whole wheat bread baked at home

Whole grains can be part of a healthy diet for type 2 diabetes.

 

 

Whether you've been diagnosed with diabetes or you're simply trying to prevent it, you might be paying closer attention to your diet. Since many diet plans recommend cutting down on carbs, there's also a chance that you're avoiding grains. However, not all grain-based foods are the same. Take whole grains for instance. These minimally processed grains are loaded with key nutrients that can be an important part of a healthy diet for type 2 diabetes.

 

 

Intrigued? Here's what you need to know about the health benefits of whole grains, plus easy ways to work them into your diet.

The Whole Grain Advantage

In their natural form, whole grains contain three layers: the bran, the germ, and the endosperm. The bran and germ layers contain the bulk of the grain's vitamins, minerals, fiber, and antioxidants, but they're often removed when whole grains are processed to make foods like white rice or white flour.

Despite the nutritional benefits, many people with diabetes avoid whole grains on account of their carbohydrate content. However, health experts agree that in the proper portions whole grains can be part of a healthy diet for diabetes. Unlike rapidly digested refined grains, fiber-rich whole grains take time for the body to break down and absorb. That results in a slower, sustained carbohydrate release and lower blood glucose.

A Surprising Prevention Strategy

Even if you don't have diabetes, whole grains may be a part of helping to prevent it. One recent study of 55,000 women and men aged 50 to 65 found that those who ate roughly two ounces of whole grains a day (the equivalent of two slices of whole wheat bread or a third of a cup of cooked brown rice) were 22 to 34%, respectively, less likely to develop type 2 diabetes than people who rarely ate whole grains. The reason may be two-fold. In addition to their beneficial effects on blood sugar, minimally processed whole grains expand in the gut like a sponge, filling you up and helping you eat less. Over time, that can help prevent weight gain that may lead to insulin resistance and eventually type 2 diabetes.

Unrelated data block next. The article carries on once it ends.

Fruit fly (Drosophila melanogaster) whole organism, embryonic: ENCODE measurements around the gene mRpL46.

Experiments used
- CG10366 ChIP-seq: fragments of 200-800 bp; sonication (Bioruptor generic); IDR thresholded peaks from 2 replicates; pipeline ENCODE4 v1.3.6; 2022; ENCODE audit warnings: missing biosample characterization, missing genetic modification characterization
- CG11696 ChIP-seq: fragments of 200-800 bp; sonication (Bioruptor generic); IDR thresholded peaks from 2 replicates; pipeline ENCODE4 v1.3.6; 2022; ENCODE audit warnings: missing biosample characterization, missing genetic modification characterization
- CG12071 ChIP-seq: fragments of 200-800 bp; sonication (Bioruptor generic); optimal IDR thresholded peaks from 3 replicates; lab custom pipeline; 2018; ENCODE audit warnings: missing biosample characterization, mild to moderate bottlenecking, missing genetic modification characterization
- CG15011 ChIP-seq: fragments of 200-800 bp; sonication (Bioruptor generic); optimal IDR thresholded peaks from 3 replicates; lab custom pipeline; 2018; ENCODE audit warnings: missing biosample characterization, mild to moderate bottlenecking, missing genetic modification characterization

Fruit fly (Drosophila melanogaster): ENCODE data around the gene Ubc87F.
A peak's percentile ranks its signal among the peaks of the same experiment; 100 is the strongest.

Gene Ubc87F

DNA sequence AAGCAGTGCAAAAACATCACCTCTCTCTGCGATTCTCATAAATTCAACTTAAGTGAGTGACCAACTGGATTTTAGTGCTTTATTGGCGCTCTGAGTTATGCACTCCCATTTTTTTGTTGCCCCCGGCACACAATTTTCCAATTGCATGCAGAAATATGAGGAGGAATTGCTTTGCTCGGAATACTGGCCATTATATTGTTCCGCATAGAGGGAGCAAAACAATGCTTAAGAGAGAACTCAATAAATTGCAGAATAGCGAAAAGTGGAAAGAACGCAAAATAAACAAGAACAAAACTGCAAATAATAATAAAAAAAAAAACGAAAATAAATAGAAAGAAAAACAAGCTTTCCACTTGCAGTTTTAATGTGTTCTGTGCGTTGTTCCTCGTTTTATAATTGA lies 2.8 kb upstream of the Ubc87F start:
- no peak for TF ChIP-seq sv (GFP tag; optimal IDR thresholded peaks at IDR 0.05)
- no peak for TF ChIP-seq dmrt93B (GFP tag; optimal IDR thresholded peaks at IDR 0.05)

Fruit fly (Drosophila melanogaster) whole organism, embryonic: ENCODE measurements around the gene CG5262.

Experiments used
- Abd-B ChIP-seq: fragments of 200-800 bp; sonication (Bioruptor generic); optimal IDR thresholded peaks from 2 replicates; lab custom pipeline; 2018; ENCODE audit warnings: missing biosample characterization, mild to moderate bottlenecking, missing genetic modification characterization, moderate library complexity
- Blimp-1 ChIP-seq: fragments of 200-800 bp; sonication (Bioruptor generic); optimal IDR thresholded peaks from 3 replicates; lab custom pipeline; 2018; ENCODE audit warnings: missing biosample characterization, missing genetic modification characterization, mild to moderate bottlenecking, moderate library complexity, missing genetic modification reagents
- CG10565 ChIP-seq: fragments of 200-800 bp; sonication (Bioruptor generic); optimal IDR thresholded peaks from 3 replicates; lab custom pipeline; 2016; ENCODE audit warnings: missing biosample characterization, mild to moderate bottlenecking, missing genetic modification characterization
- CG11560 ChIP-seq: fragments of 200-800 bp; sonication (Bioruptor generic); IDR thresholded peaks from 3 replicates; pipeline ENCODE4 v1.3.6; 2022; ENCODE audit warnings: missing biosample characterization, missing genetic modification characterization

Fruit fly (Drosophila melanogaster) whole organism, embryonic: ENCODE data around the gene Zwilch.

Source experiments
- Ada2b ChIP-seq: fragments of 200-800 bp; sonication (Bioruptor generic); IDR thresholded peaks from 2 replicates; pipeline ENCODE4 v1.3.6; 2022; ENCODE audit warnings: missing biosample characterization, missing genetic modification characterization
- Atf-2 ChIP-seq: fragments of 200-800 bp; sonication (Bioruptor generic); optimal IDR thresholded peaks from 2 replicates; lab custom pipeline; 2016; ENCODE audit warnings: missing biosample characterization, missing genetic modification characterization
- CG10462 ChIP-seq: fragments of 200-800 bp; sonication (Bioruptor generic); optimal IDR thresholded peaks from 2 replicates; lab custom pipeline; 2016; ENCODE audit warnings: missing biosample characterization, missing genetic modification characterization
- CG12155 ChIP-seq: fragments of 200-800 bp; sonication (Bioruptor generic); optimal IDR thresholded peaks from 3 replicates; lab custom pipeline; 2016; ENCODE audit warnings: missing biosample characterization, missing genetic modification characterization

Making Whole Grains Work for You

If you'd like to eat more whole grains but aren't sure where to start, these tips can help:

  • Make a crunchy snack mix with equal parts whole grain cereal and nuts.
  • Whip up whole wheat French toast or pancakes for a satisfying weekend brunch.
  • Cook a big pot of brown rice, quinoa, or whole wheat couscous. Cool and divide into single-serve containers to store in the freezer for a quick side dish.
  • Toss cooked barley, brown rice, or quinoa into soups, stews, or salads.
  • Stash a box of whole grain crackers in your desk drawer or glove box for healthy snacking in a pinch.
  • Not ready to make the switch from white to wheat? Try swapping one slice of whole wheat bread for half the white bread in your sandwich. This trick also works with whole wheat pasta and cereal too!

To get started, aim for small servings with each meal. That could be as easy as a bowl of whole grain cereal in the morning, a burrito bowl with brown rice at lunch, and a serving of whole wheat pasta with vegetables for dinner. When it comes to making whole grains part of your healthy diet for type 2 diabetes, a little goes a long way.

Learn more about managing your Type 2 Diabetes by reading Rite Aid's Diabetes Solution Center!

By Karen Ansel, MS, RDN

 

Sources

Harvard T.H. Chan School of Public Health, Whole Grains

The Whole Grains Council, What's A Whole Grain? A Refined Grain?

American Diabetes Association, Grains And Starchy Vegetables

American Diabetes Association, Diabetes Myths

Oldways, Myth: All Grains Make Your Blood Sugar Spike

WebMD, The Truth About Whole Grains

USDA, USDA Food Composition Database

Science Daily, Whole Grains One of the Most Important Food Groups for Preventing Type 2 Diabetes

Whole Grains for Better Blood Sugar